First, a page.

The area around Eldora was prospected intermittently since the 1860s. Small placers were sometimes worked but the district never took off until 1891 when the Happy Valley placer mine was located.
This new gold discovery kicked off a new excitement and the town of Eldora was established. Growth was slow at first but by 1897 the town had a post office and an estimated population of around 1,000.
At its peak, Eldora was home to a bank, a post office, a school, nine hair saloons and seven grocery stores. The town was incorporated in 1898
A February 1898 newspaper article details the growing number of saloons at Eldora, the most important part of any new mining boom town:
Eldora, which is twelve miles from Wall Street Camp, and which is now attracting considerable attention, being now in the most interesting stage of camp life, has already six flourishing saloons, with the prospects of a dozen more within a few days.
The mines weren't prosperous for long, and by the early 1900s Eldora was already in decline. Mine owners and citizens banked on the railroad to boost the local economy, but when a branch line finally arrived in 1905 it was too late to make a significant impact on the struggling district.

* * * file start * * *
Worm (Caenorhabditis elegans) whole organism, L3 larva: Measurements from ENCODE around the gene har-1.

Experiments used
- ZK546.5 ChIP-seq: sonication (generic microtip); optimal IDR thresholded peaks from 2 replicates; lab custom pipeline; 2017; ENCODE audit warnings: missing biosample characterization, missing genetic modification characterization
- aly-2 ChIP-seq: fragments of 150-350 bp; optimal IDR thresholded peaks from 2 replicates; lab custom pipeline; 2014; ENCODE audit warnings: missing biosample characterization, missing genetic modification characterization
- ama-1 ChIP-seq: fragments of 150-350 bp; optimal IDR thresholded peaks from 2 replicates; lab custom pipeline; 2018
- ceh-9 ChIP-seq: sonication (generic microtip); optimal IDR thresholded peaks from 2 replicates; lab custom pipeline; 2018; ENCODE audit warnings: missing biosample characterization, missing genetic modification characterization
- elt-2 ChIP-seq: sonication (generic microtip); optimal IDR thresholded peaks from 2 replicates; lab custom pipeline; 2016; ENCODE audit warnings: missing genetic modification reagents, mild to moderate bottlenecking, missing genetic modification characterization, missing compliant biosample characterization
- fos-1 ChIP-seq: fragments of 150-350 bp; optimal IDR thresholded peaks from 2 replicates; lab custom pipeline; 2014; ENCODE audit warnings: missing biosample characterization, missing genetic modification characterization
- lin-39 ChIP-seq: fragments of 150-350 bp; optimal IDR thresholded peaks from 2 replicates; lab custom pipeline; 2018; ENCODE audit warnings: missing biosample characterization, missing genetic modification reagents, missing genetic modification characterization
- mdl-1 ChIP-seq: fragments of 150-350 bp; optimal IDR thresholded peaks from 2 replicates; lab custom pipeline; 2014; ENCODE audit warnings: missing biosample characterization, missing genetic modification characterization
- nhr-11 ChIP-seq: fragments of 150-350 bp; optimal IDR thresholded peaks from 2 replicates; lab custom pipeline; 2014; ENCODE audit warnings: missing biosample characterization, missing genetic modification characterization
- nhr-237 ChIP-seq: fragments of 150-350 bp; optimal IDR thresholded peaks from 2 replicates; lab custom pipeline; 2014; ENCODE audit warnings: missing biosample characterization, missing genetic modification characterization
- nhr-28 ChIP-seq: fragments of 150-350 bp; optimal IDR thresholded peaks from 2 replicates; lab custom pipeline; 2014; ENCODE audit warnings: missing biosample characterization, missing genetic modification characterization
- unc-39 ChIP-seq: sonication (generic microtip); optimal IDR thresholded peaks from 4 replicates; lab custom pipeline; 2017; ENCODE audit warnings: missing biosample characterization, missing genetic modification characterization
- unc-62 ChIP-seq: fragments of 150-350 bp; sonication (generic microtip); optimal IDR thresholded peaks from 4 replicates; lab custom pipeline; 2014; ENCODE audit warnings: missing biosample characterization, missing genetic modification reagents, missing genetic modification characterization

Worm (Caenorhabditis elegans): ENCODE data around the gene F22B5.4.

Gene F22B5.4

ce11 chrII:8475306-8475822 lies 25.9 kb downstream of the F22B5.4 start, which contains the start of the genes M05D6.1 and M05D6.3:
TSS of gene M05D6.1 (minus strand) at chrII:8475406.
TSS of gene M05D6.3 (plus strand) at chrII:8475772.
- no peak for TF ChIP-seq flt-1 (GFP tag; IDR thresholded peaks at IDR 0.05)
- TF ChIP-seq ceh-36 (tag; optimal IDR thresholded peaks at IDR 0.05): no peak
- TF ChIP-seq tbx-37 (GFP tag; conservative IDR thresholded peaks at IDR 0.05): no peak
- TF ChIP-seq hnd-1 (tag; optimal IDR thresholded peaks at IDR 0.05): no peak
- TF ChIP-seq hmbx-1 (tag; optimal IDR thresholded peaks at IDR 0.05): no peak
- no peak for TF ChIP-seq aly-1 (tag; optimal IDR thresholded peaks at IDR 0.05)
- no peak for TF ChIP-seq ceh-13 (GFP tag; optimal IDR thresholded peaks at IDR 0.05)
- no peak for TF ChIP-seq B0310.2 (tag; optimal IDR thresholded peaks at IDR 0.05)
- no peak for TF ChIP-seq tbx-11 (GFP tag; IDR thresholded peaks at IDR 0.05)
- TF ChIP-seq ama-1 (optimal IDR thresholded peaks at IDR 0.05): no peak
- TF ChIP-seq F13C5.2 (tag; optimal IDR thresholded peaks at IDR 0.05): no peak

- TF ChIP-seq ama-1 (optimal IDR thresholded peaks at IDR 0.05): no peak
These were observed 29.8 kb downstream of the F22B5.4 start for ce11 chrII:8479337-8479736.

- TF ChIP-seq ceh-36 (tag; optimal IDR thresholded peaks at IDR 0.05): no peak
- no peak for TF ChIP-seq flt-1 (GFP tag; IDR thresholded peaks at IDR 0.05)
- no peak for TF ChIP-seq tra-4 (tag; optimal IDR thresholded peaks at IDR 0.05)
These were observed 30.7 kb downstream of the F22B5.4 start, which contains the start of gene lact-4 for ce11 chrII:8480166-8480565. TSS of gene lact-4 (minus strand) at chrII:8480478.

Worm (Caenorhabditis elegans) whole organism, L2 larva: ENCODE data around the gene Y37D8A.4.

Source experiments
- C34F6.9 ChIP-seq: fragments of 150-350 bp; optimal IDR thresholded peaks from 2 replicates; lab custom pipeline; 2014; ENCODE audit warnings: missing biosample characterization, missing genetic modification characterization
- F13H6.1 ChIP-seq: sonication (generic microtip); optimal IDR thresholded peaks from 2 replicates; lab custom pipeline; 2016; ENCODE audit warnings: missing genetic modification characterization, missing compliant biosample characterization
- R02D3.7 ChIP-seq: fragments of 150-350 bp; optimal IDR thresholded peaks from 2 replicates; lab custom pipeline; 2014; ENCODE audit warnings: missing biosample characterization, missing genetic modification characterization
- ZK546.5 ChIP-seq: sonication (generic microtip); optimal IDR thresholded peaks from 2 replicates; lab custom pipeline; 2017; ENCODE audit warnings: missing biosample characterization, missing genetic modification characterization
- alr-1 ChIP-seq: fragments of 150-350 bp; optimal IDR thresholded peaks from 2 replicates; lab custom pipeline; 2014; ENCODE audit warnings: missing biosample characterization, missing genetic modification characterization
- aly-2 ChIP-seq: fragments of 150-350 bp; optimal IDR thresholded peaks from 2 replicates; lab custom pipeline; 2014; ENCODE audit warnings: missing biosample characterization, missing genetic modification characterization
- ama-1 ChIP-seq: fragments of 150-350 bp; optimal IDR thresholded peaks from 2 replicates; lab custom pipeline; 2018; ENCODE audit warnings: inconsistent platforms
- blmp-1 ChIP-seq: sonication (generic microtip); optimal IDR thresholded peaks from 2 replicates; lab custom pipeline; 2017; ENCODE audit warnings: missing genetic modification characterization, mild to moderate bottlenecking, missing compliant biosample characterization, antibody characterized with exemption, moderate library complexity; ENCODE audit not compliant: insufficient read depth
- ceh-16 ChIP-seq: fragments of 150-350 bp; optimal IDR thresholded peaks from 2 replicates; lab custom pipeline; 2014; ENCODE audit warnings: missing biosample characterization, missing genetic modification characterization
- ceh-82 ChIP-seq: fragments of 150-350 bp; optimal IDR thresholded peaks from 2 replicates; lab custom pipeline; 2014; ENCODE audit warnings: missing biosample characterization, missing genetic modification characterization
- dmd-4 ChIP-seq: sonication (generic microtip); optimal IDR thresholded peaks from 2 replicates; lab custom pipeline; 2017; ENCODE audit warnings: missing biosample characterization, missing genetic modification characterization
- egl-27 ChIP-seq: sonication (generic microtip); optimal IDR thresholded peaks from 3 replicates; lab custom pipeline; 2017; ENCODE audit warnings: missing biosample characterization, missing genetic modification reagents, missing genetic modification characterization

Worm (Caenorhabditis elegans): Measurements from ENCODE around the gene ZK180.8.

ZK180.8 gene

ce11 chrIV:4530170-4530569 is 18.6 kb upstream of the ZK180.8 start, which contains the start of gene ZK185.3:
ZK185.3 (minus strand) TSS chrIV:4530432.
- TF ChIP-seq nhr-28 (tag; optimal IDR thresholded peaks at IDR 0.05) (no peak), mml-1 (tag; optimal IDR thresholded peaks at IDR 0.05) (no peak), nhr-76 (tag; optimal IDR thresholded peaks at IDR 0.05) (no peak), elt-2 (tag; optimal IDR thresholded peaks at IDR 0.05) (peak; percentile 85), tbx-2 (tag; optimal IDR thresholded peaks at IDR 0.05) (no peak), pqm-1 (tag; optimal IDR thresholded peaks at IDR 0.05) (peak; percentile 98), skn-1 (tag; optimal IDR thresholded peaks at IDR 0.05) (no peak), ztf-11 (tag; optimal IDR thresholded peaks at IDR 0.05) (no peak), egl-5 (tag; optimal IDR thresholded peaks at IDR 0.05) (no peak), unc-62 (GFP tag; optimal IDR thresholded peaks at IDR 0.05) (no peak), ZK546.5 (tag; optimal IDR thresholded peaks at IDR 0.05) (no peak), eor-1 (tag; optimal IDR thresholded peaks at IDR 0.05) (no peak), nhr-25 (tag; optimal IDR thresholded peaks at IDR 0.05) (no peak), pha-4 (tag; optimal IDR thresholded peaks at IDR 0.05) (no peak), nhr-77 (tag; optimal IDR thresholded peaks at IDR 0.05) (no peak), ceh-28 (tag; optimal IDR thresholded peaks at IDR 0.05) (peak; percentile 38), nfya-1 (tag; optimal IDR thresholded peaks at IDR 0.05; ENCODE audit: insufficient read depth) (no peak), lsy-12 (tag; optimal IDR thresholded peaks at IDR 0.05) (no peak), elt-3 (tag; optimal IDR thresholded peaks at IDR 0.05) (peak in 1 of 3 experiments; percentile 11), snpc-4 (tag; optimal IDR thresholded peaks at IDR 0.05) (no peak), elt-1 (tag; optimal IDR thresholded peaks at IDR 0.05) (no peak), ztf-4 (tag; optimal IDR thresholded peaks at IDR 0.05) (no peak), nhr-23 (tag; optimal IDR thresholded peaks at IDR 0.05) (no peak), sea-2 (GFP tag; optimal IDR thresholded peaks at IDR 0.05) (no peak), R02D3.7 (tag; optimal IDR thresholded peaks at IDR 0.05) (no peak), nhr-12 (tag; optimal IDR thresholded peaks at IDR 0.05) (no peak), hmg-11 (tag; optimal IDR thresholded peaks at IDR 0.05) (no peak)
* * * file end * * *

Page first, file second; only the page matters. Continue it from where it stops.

Much of the town burned in 1902.
Eldora's fortunes fades throughout the first decade of the 1900s, but the town never died. Various mining operations kept the town active enough to keep a post office until 1967. Even after the post office closed, people converted old mining homes into summer cabins and tourism in the area kept Eldora alive as a small community.
Starting in the 1960s, a ski resort started to develop near Eldora. The resort grew and expanded over the years and decades and is now a popular modern resort.